#ForTheRider- But I haven’t got the money to spend on me?!

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After reading a recent online discussion it struck me that one of the main reason riders don’t get treatment for themselves is that they would rather spend the money on their horse than themselves. Well  I can understand that, I recently found a load of old cheque book stubs from when I had my own horse and flicking through the amounts it scared me just how much and how often I would happily hand out cheques well over £100’s for the farrier, dentist, back man, vets etc without a second thought and yet would seriously think and begrudge (still do!!) spending any more than £30 on myself!! Unfortunately what many riders don’t realise, I certainly didn’t back then, is that their own problems in the saddle are often what creates the problems in their horse.

On my first consultation with any rider I always ask what rein they would consider their horse to be stronger and weaker on and any problems they may have with lateral work or canter transitions. A recurring pattern I have seen time and time again is a rider will often tell me that their horse is weaker to strike off to canter on one rein, most commonly the left.  On examination of the rider they often present with a rotation in their pelvis, most often on the right. If you sit and think about the canter aids for a moment (inside leg on the girth, outside leg back) when asking for right canter you rotate your pelvis to the left, when asking for left canter the rotation will be to the right. So a rider who is stuck in a right pelvic rotation will automatically struggle to ask for a left canter aid. One or two treatments later and the difference noticed by the rider is usually quite a surprise to them, no longer is that canter aid a sticking point instead it happens just as easily as the other rein!

A rotation in the pelvis doesn’t have to be due to an accident or injury, the reason most people have a right rotation is that majority of people are right handed and thus dominant on that side.  Have a think about how you sit on the sofa, which leg do you tend to rest if standing for long periods of time or when you are driving if you drive one handed (naughty!) which is your preferred hand, then try to do the opposite – it will feel odd!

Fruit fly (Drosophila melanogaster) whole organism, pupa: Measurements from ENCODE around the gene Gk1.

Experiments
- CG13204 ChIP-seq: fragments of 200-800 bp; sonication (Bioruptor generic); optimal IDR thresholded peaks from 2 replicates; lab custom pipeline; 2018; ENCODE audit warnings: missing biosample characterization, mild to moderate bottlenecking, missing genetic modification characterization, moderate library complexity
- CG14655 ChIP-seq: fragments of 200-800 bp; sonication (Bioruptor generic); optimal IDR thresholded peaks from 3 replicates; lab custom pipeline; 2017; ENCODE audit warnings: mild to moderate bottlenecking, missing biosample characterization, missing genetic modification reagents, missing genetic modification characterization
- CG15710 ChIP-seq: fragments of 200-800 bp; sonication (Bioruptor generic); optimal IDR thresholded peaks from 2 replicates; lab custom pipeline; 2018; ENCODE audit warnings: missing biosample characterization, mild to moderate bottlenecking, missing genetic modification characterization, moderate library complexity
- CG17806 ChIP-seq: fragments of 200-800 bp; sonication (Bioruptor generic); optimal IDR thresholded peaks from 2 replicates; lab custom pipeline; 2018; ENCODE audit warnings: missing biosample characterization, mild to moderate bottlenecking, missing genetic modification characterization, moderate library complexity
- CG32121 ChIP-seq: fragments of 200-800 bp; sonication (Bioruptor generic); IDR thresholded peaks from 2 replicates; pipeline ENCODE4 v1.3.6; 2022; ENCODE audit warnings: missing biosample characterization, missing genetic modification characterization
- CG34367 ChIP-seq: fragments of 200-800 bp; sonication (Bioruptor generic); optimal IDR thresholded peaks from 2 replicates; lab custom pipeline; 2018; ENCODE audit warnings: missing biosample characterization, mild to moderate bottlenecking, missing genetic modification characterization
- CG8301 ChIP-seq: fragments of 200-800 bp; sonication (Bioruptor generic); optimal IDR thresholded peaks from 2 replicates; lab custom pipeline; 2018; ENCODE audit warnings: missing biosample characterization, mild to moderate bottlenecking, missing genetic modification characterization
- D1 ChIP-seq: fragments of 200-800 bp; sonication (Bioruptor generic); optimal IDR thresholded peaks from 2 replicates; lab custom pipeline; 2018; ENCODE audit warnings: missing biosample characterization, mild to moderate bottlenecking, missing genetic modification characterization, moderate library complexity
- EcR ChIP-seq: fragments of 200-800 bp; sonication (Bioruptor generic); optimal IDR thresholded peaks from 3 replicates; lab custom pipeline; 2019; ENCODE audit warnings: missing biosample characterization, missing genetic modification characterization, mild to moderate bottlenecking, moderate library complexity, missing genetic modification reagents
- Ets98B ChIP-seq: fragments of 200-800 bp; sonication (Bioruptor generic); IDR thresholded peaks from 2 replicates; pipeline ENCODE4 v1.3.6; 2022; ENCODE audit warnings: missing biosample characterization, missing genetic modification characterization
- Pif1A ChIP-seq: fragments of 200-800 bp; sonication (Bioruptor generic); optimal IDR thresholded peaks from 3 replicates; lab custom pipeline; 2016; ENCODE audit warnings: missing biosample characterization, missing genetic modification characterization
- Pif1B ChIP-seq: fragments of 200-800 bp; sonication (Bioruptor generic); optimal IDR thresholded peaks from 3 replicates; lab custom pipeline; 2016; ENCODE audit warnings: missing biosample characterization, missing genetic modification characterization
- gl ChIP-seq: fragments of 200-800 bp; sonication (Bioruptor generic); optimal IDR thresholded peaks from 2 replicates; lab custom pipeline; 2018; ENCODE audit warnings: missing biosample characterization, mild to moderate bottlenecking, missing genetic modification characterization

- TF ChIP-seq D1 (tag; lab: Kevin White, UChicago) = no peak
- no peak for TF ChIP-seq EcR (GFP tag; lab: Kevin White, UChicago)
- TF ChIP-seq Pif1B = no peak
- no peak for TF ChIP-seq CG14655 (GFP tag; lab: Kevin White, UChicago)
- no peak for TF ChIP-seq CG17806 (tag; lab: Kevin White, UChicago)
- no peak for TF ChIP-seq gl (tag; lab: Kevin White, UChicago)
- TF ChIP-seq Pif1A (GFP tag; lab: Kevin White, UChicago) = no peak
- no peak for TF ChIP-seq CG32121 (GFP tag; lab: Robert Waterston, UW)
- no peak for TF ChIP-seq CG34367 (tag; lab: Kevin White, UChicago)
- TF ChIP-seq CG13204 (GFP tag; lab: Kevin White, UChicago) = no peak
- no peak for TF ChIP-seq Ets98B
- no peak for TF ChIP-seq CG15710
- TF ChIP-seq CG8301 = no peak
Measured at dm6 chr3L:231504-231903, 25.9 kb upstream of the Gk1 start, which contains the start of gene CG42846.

Another good example of how perceived issues in the horse are actually due to the rider comes from a rider I treated recently. The lady in question presented with a rotation in her pelvis due to having one leg ever so slightly shorter than the other and thus has a tendency to sit with more weight through her right seat bone.  In order to compensate for the extra weight going through the right seat bone and saddle the riders horse tends to move ever so slightly in a constant right bend which is displayed most obviously by her tendency to head tilt and carry her tail over to the right. Only small errors, but in a dressage test these are factors that may just make the difference between an ok mark and an excellent mark.  

So, the point to this article? Well going back to the original point that most riders would rather spend the money on getting the horse treated rather than themselves perhaps now after reading this you can start to see that it is equally as important to get yourself looked at as well as your horse.



About Sandra

Sandra trained as an Osteopath at Oxford Brookes University and is registered with the General Osteopathic Council and a member of the British Osteopathic Association.

Sandra has previously completed a BSc(Hons) in Equine Science at Hartpury College during which time she developed an interest in the injury and rehabilitation of the equine athlete. On completing her degree she gained a position working within the College’s well renowned Equine Therapy Centre. It was whilst working at the centre that her interest in Osteopathy developed, initially in its use as a treatment with horses but growing into a keen interest on how it can help riders as well. Combining her knowledge of both the equine and human body Sandra offers a unique service to riders, by helping  riders function better this automatically improves the horses way of going.



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